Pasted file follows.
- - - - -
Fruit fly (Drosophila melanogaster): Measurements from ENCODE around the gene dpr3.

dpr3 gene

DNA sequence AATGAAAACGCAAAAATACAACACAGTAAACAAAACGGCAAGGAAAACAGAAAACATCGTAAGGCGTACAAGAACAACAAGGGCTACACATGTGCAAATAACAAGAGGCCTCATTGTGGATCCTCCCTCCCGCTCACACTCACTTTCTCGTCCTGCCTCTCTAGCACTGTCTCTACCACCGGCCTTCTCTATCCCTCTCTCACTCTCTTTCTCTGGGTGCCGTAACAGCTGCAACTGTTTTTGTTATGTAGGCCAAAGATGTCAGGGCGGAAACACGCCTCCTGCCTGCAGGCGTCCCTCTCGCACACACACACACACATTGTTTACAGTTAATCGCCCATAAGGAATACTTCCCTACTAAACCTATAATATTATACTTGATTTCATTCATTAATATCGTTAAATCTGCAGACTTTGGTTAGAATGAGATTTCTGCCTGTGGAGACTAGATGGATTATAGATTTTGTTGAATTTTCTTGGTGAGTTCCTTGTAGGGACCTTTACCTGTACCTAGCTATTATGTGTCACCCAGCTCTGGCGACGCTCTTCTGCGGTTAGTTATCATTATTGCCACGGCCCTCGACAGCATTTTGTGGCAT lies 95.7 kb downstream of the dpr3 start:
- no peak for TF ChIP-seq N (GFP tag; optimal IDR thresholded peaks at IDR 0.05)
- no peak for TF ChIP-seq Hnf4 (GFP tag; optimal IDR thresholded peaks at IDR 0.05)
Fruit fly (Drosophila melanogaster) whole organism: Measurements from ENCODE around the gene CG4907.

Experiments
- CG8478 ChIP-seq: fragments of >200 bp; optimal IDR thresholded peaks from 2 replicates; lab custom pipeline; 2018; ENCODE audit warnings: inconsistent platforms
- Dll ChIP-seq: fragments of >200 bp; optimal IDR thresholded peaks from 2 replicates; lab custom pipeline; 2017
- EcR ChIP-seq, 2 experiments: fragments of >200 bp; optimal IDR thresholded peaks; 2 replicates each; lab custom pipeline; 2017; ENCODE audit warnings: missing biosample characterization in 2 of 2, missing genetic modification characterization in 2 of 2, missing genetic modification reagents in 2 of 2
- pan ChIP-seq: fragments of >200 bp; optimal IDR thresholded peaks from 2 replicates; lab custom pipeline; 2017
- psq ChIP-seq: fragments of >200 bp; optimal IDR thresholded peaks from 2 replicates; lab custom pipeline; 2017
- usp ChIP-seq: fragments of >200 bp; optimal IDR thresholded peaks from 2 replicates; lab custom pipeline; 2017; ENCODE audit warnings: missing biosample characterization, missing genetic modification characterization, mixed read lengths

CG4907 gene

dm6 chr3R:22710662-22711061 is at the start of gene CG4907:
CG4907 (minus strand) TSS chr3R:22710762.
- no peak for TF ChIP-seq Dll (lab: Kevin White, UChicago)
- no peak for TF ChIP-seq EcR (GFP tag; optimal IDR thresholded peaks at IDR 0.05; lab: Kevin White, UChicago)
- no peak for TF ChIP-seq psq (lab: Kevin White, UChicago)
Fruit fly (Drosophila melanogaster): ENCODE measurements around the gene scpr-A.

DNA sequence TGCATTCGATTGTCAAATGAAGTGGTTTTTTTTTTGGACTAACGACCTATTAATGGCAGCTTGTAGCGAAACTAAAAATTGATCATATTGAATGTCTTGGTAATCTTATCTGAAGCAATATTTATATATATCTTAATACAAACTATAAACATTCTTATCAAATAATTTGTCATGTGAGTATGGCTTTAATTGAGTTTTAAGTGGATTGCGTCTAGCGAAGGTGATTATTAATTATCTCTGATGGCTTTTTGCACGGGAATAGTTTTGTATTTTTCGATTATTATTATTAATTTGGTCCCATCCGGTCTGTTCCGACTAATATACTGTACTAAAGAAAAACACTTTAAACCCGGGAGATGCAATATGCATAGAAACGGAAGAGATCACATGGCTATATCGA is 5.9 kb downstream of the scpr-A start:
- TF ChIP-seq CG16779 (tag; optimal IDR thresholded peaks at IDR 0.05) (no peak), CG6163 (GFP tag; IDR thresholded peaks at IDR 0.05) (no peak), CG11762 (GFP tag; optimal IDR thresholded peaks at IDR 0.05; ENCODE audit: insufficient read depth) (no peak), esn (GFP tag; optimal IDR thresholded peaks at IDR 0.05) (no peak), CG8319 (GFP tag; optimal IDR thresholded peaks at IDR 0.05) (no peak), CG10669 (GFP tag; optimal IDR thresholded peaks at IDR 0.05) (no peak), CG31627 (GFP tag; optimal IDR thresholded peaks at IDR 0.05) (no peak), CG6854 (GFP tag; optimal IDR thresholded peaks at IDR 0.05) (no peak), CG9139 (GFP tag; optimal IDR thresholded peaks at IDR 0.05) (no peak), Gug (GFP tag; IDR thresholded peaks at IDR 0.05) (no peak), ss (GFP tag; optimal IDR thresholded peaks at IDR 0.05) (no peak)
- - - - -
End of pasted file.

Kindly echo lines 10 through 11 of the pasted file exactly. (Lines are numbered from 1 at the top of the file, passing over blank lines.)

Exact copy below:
- EcR ChIP-seq, 2 experiments: fragments of >200 bp; optimal IDR thresholded peaks; 2 replicates each; lab custom pipeline; 2017; ENCODE audit warnings: missing biosample characterization in 2 of 2, missing genetic modification characterization in 2 of 2, missing genetic modification reagents in 2 of 2
- pan ChIP-seq: fragments of >200 bp; optimal IDR thresholded peaks from 2 replicates; lab custom pipeline; 2017